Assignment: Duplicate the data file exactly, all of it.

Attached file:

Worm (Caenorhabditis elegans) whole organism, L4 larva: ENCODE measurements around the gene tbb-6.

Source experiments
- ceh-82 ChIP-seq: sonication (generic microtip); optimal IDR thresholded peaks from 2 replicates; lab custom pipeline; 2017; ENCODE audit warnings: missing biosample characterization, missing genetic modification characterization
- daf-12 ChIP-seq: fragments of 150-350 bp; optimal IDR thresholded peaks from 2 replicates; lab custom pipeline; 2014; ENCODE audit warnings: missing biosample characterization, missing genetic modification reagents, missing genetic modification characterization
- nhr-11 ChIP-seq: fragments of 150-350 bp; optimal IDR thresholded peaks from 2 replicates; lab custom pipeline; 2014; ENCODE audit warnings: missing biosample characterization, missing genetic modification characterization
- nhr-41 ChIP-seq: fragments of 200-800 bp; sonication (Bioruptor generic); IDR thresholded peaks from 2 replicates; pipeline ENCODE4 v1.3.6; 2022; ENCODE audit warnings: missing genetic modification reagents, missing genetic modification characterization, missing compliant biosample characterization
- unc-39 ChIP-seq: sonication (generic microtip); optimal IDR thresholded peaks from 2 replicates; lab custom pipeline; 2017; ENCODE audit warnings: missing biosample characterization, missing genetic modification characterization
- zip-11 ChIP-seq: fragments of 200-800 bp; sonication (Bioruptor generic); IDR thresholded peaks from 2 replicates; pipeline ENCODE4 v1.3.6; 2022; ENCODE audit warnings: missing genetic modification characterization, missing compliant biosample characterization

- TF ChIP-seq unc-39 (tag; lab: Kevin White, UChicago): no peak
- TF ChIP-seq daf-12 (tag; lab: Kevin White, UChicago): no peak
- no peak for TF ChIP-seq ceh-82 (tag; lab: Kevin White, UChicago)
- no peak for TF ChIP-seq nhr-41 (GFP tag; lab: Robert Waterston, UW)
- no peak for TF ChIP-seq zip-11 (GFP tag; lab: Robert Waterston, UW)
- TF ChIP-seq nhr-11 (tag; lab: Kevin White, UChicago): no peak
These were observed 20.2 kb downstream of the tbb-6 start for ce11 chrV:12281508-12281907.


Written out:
Worm (Caenorhabditis elegans) whole organism, L4 larva: ENCODE measurements around the gene tbb-6.

Source experiments
- ceh-82 ChIP-seq: sonication (generic microtip); optimal IDR thresholded peaks from 2 replicates; lab custom pipeline; 2017; ENCODE audit warnings: missing biosample characterization, missing genetic modification characterization
- daf-12 ChIP-seq: fragments of 150-350 bp; optimal IDR thresholded peaks from 2 replicates; lab custom pipeline; 2014; ENCODE audit warnings: missing biosample characterization, missing genetic modification reagents, missing genetic modification characterization
- nhr-11 ChIP-seq: fragments of 150-350 bp; optimal IDR thresholded peaks from 2 replicates; lab custom pipeline; 2014; ENCODE audit warnings: missing biosample characterization, missing genetic modification characterization
- nhr-41 ChIP-seq: fragments of 200-800 bp; sonication (Bioruptor generic); IDR thresholded peaks from 2 replicates; pipeline ENCODE4 v1.3.6; 2022; ENCODE audit warnings: missing genetic modification reagents, missing genetic modification characterization, missing compliant biosample characterization
- unc-39 ChIP-seq: sonication (generic microtip); optimal IDR thresholded peaks from 2 replicates; lab custom pipeline; 2017; ENCODE audit warnings: missing biosample characterization, missing genetic modification characterization
- zip-11 ChIP-seq: fragments of 200-800 bp; sonication (Bioruptor generic); IDR thresholded peaks from 2 replicates; pipeline ENCODE4 v1.3.6; 2022; ENCODE audit warnings: missing genetic modification characterization, missing compliant biosample characterization

- TF ChIP-seq unc-39 (tag; lab: Kevin White, UChicago): no peak
- TF ChIP-seq daf-12 (tag; lab: Kevin White, UChicago): no peak
- no peak for TF ChIP-seq ceh-82 (tag; lab: Kevin White, UChicago)
- no peak for TF ChIP-seq nhr-41 (GFP tag; lab: Robert Waterston, UW)
- no peak for TF ChIP-seq zip-11 (GFP tag; lab: Robert Waterston, UW)
- TF ChIP-seq nhr-11 (tag; lab: Kevin White, UChicago): no peak
These were observed 20.2 kb downstream of the tbb-6 start for ce11 chrV:12281508-12281907.